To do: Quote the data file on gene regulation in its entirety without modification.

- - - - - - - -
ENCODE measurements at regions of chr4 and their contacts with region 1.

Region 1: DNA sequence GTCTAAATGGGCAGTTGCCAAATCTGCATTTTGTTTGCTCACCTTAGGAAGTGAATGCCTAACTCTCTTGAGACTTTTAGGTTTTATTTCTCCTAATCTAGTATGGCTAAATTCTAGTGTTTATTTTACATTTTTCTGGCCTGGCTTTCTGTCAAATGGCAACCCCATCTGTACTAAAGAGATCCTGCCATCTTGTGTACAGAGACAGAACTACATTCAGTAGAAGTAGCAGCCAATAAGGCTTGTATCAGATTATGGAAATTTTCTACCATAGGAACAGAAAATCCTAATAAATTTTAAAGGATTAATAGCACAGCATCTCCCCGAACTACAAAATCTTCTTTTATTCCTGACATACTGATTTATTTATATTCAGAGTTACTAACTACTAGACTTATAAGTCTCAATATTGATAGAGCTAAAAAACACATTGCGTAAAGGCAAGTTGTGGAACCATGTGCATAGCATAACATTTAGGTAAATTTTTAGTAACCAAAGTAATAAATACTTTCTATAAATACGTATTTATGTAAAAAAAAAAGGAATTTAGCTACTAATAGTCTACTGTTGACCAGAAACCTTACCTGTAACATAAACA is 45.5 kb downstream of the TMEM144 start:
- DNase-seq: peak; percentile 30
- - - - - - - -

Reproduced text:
ENCODE measurements at regions of chr4 and their contacts with region 1.

Region 1: DNA sequence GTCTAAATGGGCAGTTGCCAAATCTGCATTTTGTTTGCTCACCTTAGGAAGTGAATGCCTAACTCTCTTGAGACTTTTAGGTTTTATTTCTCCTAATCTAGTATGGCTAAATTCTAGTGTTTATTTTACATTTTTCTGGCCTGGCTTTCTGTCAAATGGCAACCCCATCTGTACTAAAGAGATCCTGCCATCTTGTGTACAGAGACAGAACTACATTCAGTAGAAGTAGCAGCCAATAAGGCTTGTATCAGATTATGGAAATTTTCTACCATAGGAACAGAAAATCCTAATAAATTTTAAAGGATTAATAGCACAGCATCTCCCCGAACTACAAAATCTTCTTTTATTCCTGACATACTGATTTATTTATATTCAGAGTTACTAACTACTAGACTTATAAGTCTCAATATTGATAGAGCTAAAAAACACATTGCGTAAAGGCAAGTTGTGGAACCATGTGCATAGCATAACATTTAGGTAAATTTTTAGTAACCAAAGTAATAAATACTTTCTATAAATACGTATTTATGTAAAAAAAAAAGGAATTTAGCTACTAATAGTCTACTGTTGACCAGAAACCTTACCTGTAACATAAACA is 45.5 kb downstream of the TMEM144 start:
- DNase-seq: peak; percentile 30